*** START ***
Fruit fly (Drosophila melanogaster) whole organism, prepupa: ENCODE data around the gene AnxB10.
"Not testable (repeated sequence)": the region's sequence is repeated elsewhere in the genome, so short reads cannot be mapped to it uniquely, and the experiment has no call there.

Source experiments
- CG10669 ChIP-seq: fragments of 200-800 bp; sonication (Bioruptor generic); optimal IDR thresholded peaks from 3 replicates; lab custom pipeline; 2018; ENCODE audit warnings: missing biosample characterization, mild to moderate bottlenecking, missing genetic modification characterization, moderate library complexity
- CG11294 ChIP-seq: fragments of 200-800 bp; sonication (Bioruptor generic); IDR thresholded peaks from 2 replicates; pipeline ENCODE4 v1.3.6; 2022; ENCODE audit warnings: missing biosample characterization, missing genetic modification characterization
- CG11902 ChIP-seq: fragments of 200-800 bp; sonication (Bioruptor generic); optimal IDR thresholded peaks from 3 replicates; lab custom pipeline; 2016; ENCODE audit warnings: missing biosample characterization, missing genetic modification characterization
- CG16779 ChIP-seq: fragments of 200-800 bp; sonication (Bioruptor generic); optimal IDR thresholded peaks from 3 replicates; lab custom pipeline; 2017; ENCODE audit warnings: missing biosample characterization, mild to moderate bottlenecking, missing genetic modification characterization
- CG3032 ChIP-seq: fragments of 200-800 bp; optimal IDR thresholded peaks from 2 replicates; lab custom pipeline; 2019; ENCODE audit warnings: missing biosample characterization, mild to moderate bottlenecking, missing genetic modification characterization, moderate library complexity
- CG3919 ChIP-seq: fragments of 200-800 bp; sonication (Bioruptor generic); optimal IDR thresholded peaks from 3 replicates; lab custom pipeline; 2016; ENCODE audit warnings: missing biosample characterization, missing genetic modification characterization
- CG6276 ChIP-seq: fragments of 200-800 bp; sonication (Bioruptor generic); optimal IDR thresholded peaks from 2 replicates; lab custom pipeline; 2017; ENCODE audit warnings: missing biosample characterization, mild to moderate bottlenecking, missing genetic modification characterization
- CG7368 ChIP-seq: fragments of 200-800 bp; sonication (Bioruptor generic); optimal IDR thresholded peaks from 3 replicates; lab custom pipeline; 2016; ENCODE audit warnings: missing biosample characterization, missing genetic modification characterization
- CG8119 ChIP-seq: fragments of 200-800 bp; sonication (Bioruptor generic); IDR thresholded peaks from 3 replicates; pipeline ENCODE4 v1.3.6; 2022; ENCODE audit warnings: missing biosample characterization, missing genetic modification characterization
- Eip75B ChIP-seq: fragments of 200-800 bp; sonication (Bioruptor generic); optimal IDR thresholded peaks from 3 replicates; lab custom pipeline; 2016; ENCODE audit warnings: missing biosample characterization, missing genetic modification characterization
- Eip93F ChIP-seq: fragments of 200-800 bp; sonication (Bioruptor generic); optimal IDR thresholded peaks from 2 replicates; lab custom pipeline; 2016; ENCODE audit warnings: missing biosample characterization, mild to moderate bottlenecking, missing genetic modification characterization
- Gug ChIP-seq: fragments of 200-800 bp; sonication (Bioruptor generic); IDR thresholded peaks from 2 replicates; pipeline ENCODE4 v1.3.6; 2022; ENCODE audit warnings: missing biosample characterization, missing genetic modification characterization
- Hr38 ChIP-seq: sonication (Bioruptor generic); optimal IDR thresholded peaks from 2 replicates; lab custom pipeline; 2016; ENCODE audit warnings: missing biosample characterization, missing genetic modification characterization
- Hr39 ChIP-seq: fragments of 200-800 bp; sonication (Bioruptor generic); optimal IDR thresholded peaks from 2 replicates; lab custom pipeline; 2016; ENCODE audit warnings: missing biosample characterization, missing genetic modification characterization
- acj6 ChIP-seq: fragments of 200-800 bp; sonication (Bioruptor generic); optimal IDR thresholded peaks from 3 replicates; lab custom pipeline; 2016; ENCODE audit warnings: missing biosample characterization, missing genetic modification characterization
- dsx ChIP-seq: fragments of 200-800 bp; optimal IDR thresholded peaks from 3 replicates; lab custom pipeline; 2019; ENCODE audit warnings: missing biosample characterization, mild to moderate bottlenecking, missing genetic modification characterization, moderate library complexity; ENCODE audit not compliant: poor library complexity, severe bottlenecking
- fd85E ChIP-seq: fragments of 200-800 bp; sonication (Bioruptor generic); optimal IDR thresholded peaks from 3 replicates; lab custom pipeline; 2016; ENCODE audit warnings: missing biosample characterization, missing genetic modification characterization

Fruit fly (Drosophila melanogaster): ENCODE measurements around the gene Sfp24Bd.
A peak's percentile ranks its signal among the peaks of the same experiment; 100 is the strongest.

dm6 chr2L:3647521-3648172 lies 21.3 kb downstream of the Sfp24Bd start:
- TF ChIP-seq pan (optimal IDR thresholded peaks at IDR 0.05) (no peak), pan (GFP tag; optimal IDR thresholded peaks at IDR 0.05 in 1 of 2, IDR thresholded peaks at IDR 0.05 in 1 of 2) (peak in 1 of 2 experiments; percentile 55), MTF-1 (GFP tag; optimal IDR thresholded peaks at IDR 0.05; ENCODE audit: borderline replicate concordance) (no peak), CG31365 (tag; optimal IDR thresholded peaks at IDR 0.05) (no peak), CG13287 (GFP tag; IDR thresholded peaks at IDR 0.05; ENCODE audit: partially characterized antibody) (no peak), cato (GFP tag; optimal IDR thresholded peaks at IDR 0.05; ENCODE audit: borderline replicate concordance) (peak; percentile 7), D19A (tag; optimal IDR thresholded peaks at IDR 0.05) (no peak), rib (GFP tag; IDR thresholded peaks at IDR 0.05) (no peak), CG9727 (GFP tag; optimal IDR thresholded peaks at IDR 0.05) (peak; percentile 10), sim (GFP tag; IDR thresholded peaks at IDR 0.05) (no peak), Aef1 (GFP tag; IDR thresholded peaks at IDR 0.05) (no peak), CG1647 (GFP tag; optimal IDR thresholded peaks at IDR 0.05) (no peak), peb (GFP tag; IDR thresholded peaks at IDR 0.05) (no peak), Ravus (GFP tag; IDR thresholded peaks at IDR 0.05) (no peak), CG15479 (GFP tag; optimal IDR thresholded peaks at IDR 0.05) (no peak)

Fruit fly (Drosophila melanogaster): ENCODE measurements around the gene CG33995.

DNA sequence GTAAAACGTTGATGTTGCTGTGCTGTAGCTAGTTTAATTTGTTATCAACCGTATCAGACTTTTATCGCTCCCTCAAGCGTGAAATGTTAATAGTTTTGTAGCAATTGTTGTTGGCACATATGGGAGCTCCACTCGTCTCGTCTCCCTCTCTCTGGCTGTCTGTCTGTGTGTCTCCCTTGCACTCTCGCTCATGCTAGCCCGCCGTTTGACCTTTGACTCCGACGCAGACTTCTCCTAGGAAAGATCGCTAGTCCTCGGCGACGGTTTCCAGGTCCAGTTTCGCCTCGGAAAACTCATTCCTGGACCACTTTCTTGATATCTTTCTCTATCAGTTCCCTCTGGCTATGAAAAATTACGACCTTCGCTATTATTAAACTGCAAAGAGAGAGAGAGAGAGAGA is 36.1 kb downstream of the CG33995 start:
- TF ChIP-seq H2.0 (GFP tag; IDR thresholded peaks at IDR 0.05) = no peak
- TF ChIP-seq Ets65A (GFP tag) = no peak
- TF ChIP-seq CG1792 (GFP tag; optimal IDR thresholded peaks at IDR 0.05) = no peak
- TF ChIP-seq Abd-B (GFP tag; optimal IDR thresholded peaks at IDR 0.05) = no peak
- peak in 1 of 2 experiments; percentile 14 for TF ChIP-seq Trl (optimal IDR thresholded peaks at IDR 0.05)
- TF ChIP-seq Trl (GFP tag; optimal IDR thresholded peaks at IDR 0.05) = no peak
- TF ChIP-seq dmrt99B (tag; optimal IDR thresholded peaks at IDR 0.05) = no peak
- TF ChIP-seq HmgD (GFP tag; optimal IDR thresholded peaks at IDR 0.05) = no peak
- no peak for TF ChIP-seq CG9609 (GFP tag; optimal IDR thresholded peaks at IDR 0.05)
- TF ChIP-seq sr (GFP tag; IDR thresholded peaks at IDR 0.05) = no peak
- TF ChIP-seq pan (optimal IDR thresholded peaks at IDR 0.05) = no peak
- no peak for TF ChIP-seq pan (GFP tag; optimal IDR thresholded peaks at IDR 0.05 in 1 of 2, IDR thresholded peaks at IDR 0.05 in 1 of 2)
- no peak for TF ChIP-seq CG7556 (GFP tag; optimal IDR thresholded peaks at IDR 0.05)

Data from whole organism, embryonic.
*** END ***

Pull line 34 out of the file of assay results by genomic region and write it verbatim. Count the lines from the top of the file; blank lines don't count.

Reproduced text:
- TF ChIP-seq HmgD (GFP tag; optimal IDR thresholded peaks at IDR 0.05) = no peak